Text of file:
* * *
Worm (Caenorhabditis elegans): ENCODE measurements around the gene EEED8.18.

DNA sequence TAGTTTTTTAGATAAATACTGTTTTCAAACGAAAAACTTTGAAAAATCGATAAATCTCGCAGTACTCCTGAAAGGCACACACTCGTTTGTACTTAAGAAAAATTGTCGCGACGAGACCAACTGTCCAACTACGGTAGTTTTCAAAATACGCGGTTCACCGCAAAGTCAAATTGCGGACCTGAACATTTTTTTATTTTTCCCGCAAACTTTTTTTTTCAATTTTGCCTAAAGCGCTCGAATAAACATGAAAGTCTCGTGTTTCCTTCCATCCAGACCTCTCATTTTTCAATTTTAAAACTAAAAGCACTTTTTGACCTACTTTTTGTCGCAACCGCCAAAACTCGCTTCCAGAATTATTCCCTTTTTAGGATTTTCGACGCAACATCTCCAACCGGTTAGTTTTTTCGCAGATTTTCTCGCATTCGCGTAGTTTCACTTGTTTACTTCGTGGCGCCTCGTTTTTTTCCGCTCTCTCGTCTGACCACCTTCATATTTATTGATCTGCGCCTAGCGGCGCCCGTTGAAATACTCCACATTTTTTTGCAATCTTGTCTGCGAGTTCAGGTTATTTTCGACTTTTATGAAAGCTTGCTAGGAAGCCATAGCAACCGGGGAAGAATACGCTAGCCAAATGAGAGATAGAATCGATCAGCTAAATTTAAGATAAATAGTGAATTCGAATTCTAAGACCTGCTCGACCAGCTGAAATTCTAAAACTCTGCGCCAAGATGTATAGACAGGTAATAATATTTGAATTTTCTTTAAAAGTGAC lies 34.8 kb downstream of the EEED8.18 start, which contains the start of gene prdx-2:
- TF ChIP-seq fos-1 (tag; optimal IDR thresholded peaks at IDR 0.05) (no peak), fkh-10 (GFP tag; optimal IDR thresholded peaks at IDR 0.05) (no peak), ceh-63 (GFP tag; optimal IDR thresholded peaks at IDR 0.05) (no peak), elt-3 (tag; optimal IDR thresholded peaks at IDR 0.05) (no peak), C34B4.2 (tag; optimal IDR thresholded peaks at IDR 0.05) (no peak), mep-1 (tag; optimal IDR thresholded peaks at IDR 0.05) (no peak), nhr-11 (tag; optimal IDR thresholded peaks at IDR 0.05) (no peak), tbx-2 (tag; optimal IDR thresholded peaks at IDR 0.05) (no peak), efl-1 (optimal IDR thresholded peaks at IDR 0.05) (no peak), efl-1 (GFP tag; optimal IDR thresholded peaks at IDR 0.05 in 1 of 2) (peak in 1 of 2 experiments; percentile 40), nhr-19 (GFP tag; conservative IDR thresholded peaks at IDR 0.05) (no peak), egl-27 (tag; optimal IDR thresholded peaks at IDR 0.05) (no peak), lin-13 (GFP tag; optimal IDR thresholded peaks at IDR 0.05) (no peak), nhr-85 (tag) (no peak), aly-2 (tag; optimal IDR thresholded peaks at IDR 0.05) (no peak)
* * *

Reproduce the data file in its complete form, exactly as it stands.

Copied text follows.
Worm (Caenorhabditis elegans): ENCODE measurements around the gene EEED8.18.

DNA sequence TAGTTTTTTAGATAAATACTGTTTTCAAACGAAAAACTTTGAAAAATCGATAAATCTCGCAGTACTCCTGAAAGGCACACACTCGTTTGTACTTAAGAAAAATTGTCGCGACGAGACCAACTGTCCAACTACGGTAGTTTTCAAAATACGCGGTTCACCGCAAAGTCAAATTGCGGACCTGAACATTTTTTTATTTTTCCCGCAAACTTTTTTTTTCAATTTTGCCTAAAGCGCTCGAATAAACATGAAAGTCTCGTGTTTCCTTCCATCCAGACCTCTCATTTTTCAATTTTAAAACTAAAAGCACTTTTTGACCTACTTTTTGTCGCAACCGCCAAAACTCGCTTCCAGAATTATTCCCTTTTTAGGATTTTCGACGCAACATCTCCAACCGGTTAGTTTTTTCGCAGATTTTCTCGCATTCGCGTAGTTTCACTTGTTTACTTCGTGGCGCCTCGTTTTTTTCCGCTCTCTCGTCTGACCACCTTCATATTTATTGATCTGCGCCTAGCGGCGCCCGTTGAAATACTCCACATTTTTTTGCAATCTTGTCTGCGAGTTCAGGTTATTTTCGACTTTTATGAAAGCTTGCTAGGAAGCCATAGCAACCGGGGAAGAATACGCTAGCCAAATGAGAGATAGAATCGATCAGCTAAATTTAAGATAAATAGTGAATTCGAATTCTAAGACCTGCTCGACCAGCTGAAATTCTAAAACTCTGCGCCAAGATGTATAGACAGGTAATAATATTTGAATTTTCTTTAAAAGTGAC lies 34.8 kb downstream of the EEED8.18 start, which contains the start of gene prdx-2:
- TF ChIP-seq fos-1 (tag; optimal IDR thresholded peaks at IDR 0.05) (no peak), fkh-10 (GFP tag; optimal IDR thresholded peaks at IDR 0.05) (no peak), ceh-63 (GFP tag; optimal IDR thresholded peaks at IDR 0.05) (no peak), elt-3 (tag; optimal IDR thresholded peaks at IDR 0.05) (no peak), C34B4.2 (tag; optimal IDR thresholded peaks at IDR 0.05) (no peak), mep-1 (tag; optimal IDR thresholded peaks at IDR 0.05) (no peak), nhr-11 (tag; optimal IDR thresholded peaks at IDR 0.05) (no peak), tbx-2 (tag; optimal IDR thresholded peaks at IDR 0.05) (no peak), efl-1 (optimal IDR thresholded peaks at IDR 0.05) (no peak), efl-1 (GFP tag; optimal IDR thresholded peaks at IDR 0.05 in 1 of 2) (peak in 1 of 2 experiments; percentile 40), nhr-19 (GFP tag; conservative IDR thresholded peaks at IDR 0.05) (no peak), egl-27 (tag; optimal IDR thresholded peaks at IDR 0.05) (no peak), lin-13 (GFP tag; optimal IDR thresholded peaks at IDR 0.05) (no peak), nhr-85 (tag) (no peak), aly-2 (tag; optimal IDR thresholded peaks at IDR 0.05) (no peak)